Moore, Strange advance in Alabama GOP primary

Moore, Strange advance in Alabama GOP primary
© Greg Nash
Former Alabama Supreme Court Chief Justice Roy Moore and Sen. Luther Strange (R-Ala.) will advance to the Senate primary runoff to fill the Alabama Senate seat left open by Attorney General Jeff SessionsJefferson (Jeff) Beauregard SessionsConservatives moving to impeach Rosenstein soon: report Senators urge DOJ to probe whether Russians posed as Islamic extremist hackers to harass US military families The Hill's Morning Report — Trump readies for Putin summit: 'He’s not my enemy’ MORE, setting up a high-profile clash within the GOP.
 
The result had been expected — Moore came into Tuesday as the consensus front-runner and Strange, the incumbent, appeared to have pulled ahead of Rep. Mo BrooksMorris (Mo) Jackson BrooksLatino groups intervene in Alabama census lawsuit Alabama GOP congressman preps possible Senate bid against Doug Jones Loyalty to Donald Trump is new normal for the Republican Party MORE (R-Ala.) in the race's final weeks. President Trump's endorsement last week appears to have helped to bolster Strange's bid in the final days. 
 
But in a special election primary smack in the middle of August, most poll-watchers expected low turnout, which injected some uncertainty into the race. 
 
The final results appear largely in line with the consensus — Moore led Strange 41 percent to 32 percent when The Associated Press and the New York Times called the race about two hours after polls closed. 
 
But while Brooks had been polling just a few steps behind Strange, he ultimately fell far behind. 
 
Since no candidate is projected to hit 50 percent, Moore and Strange will move onto a Sept. 26 runoff before the December general election.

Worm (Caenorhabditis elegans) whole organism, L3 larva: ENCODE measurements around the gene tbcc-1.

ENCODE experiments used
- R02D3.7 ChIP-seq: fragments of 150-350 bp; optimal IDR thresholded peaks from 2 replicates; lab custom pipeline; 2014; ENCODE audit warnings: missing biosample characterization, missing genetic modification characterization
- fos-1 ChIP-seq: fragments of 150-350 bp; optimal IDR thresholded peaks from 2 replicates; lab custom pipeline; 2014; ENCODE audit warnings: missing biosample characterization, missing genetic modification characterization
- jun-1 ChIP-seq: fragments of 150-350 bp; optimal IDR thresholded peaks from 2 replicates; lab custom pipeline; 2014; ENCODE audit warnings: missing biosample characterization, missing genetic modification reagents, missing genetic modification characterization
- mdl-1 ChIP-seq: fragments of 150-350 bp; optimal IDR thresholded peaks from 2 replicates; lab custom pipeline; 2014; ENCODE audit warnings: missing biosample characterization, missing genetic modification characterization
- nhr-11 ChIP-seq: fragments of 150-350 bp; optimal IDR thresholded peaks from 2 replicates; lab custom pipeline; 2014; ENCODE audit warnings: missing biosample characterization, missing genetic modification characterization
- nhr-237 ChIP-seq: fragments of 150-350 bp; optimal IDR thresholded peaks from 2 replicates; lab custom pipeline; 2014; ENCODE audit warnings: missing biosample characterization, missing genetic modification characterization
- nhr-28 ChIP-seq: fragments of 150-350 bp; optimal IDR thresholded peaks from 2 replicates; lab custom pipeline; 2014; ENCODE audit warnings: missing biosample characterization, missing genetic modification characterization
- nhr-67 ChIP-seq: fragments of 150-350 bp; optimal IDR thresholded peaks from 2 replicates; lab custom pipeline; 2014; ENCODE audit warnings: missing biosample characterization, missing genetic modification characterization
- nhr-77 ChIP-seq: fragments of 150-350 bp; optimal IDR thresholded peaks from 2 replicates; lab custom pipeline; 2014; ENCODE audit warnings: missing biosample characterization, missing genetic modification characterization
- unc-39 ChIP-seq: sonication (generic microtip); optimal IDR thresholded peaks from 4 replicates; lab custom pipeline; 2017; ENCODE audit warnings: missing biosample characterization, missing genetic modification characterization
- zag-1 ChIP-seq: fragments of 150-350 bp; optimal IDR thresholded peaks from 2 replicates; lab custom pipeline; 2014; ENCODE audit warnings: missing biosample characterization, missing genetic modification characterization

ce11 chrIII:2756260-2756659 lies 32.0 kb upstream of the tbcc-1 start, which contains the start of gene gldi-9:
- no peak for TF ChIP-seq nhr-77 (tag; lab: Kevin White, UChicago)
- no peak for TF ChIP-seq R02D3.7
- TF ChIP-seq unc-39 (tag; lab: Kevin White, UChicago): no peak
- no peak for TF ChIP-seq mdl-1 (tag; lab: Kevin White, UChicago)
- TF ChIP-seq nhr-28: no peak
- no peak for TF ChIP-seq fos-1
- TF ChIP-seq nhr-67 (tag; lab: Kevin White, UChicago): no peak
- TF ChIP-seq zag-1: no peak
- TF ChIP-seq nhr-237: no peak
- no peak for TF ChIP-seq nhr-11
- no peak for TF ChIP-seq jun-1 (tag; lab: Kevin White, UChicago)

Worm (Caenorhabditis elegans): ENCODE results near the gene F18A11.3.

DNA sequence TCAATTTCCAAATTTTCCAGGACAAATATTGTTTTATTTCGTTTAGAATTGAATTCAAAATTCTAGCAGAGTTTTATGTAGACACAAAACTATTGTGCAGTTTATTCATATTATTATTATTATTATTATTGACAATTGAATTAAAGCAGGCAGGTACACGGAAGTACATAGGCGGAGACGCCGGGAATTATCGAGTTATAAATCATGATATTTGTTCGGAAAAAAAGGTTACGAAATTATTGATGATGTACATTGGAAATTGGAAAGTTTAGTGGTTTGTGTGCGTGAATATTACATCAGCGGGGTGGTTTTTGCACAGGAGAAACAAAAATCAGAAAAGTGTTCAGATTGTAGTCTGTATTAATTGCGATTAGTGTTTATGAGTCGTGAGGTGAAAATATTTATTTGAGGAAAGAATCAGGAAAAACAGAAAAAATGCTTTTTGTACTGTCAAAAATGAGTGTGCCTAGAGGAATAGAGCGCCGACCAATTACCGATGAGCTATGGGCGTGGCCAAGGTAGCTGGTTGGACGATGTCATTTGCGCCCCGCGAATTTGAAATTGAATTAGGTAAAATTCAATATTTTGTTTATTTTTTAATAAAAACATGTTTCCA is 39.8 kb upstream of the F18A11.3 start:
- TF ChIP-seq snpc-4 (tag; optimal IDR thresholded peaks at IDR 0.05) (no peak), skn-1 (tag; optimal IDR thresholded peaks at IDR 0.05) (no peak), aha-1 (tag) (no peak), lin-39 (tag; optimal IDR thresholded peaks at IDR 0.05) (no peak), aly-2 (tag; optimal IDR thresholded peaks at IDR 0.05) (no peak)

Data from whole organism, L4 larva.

The three top candidates ran the race in the shadow of President Trump, who sports a 55 percent approval rating in the state according to recent Gallup polling, a figure far ahead of his sinking national average. 
 
The three candidates spent much of the race jockeying over who could be the best steward of Trump's message in the Senate. That dynamic made Trump's decision to endorse Strange, the fruit of a push by top Republicans like Senate Majority Leader Mitch McConnellAddison (Mitch) Mitchell McConnellKavanaugh gets questionnaires for confirmation hearing Dem infighting erupts over Supreme Court pick Franken offers Dems a line of questioning for Kavanaugh's 'weirdly specific bit of bulls---' MORE (R-Ky.), a powerful one. 
 
Yet it has also opened the door for his opponents to tar Strange as the pick of Washington insiders — both Moore and Brooks have evoked McConnell in campaign ads as the embodiment of the very swamp that Trump has promised to excise from Washington. 
 
Moore blasted Strange as a McConnell stooge during his victory speech on Tuesday, arguing that "the attempt by the silk-stocking Washington elitists to control the voice of the people of Alabama has failed."
 
And he made a direct appeal to his fellow candidates, including Brooks, to "join with me to defeat the Washington crowd." 
 
Moore made his name thanks to two major statewide controversies, one over his decision to ignore a court order to remove a Ten Commandments statue he commissioned from state land and another over his refusal to follow the 2013 federal Supreme Court.